A Complete Guide to Negative Equity

By on June 20th, 2017

REQUEST A CALLBACK

Please fill in your details to receive a call

The term ‘negative equity’ is one no homeowner wants to hear. But what is negative equity and what does it mean if you find yourself hearing those dreaded words?

Since the start of the recession all those years ago, the term has been paraded around the media more than any other. The mere mention of negative equity can fill homeowners with fear and confusion. But it doesn’t have to.

Negative equity is a term that’s used to describe the financial situation some homeowners find themselves in when the amount they owe on their home outstrips the current market value of the property. Once an infrequent situation, with property prices somewhat unsteady due to the hesitant property market, this scenario is becoming ever more common.

The best way to explain this is to imagine purchasing a house for £200,000 with a 10% deposit. This means you owe £180,000 on the property. After a few months, properties in the area start to decrease in value and drop by around 30%. This means that the property is now worth £160,000, but you still owe just under £180,000. This deficit results in you being in negative equity of just under £20,000 as you owe the mortgage company more than the value of your property.

So who does it affect?

 Generally speaking, anyone who purchased at the height of the property market boom in 2007 will have suffered greatest levels of negative equity. In fact, according to statistics, despite soaring prices in the South, 53 percent of towns and cities in Britain are still below 2007 prices[1].

It’s important to understand that negative equity only affects those who own their own home with a mortgage. So those in rented accommodation need not worry, while those who own their home outright – with no mortgage – won’t be affected either. Likewise, if you purchased your home with a large deposit, you are unlikely to be affected by any dips. But as most home owners buy their property with a high LTV – such as 85-90%, negative equity could be a concern.

Negative equity is only an issue if something provokes a sale

 If you purchased at the height of the property boom a decade ago and find yourself in negative equity, it’s vital that you don’t panic. All in all, negative equity is generally only an issue if you find yourself needing to make a sale. For example, if you:

  • desperately need to upsize or downsize
  • are unable to afford the repayments, are in arrears, or at risk of repossession
  • find yourself at the brunt end of interest rate rises making repayments now unaffordable
  • are in the midst of personal circumstance changes, such as a relationship breakdown, unemployment, or moving overseas.

If you decide to sit tight in the hope that property price may recover you must be prepared to wait potentially for some time – if indeed they ever do to the same rate as their 2007 peak. If you’re uncertain what the best option for you is, we advise you seek realistic and to the point advice. This will enable you to make an informed decision about your future and weigh up whether sitting tight or cutting your losses is right for you.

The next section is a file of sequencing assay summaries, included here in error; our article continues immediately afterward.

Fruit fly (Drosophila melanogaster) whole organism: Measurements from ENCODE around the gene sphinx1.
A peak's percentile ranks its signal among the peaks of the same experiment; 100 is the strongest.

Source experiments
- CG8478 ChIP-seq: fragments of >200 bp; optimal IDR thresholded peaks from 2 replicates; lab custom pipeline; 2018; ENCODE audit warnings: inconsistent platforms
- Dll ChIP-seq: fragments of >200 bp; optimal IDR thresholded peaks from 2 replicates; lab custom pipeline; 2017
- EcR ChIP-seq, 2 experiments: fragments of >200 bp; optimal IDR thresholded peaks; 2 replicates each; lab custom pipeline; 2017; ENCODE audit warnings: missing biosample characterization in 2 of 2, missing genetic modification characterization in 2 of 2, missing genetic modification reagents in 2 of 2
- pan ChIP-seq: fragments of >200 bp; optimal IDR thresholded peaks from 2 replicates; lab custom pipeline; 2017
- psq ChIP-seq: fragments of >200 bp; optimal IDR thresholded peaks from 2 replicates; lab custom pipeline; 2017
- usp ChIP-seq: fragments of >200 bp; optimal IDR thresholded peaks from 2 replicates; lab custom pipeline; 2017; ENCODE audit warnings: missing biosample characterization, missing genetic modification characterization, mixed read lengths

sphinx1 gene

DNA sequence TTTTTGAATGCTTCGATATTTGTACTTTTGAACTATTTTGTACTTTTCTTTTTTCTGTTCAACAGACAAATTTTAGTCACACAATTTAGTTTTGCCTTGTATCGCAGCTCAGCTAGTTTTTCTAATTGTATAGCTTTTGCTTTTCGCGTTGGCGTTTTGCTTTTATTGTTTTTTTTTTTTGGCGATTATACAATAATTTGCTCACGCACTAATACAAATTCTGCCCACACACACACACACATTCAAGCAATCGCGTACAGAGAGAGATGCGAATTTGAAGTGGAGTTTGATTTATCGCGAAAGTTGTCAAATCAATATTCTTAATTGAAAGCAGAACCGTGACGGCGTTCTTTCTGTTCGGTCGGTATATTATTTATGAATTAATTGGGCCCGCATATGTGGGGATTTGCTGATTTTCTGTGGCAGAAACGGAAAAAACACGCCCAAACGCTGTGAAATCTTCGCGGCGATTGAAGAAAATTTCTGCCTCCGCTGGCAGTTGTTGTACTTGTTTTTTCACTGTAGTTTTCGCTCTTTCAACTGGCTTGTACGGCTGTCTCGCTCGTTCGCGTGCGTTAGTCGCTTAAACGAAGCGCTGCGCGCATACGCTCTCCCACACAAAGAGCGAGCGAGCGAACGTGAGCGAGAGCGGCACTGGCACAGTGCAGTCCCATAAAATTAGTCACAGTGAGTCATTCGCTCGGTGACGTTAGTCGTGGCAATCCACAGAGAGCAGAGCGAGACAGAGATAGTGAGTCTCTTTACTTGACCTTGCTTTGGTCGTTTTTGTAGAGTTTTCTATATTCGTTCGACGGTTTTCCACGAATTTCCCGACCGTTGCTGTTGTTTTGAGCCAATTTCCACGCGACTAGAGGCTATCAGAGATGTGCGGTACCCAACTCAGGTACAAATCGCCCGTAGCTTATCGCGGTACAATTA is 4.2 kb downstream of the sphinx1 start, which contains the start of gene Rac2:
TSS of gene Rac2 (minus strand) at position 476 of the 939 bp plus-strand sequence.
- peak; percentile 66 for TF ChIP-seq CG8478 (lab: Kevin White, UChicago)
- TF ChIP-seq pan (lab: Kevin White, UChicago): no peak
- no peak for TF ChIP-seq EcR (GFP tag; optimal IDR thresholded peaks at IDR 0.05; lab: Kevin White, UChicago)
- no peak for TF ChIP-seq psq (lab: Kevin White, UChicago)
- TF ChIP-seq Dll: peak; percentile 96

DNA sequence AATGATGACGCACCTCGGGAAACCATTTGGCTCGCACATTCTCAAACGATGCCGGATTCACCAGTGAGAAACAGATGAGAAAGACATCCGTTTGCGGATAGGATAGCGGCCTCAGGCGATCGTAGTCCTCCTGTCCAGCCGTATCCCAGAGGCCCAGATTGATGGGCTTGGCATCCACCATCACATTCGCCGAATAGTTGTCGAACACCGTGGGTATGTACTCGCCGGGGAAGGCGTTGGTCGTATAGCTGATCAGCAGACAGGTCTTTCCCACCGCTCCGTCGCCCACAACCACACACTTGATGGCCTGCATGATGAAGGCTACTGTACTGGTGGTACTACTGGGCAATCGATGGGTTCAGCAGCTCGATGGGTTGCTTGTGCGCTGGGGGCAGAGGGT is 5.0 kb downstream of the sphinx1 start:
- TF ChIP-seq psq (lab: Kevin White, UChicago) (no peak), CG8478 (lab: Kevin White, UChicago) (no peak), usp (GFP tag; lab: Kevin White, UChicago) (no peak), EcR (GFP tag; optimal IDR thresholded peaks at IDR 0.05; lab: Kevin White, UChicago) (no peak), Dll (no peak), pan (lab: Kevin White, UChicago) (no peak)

What can I do if I find out I’m in negative equity?

 In the short-term

As mentioned above, negative equity is only an immediate problem if you need or want to sell for whatever reason. In this instance, strategies must be put in place to minimise the risk and/or debt in a sale situation. This involves liaison with the lender to discuss what options are available to you. Your lender may agree to a consensual sale and settle the debt on a full and final basis. It’s important to not panic as there are options.

In the long-term

 It’s vital you don’t rush into anything if you’re in a position of negative equity. In this case, we advise seeking realistic advice from professionals to discuss your options available in the long-term. From here, you can work together to:

  • devise a long-term plan based on future goals
  • base your opinions on realistic and up-to-date comparable property valuation
  • keep up-to-date and informed on property prices in your area and be realistic on whether they will reach the levels pre-crash
  • assess how long it may take to recover from a negative balance – and estimate whether that will ever happen
  • prepare for an interest rate rise and assess affordability in that circumstance.

Again, it’s vital you do not panic as there are options.

Can I sell my house if I’m in negative equity?

 In short, yes – as long as you’re armed with the correct advice from professionals. Getting expert guidance and mediation from professionals will ensure you present yourself and your circumstance to the lender in the correct light. In this instance, the lender may allow you to sell in negative equity with the correct representation, with the remaining agreed debt settled post sale. Nevertheless, the outcome is very much dependent on your circumstances and how the case is presented. And this is what makes it all the more important to speak to professionals.

If you need help with dealing with negative equity, get in touch with us today. We’re experts in negative equity and are on-hand to guide you through the process from start to finish. Our experts are on hand to speak to you and provide a free initial consultation to point out your options.

[1] http://www.dailymail.co.uk/property/article-3553988/Homeowners-trapped-negative-equity-house-prices-stuck-2007-levels.htmlhttp://bellcomp.co.uk/2017/01/30/options-solutions-for-negative-equity/

http://bellcomp.co.uk/2017/06/02/negative-equity-mortgage-shortfall-success/

Leave a Comment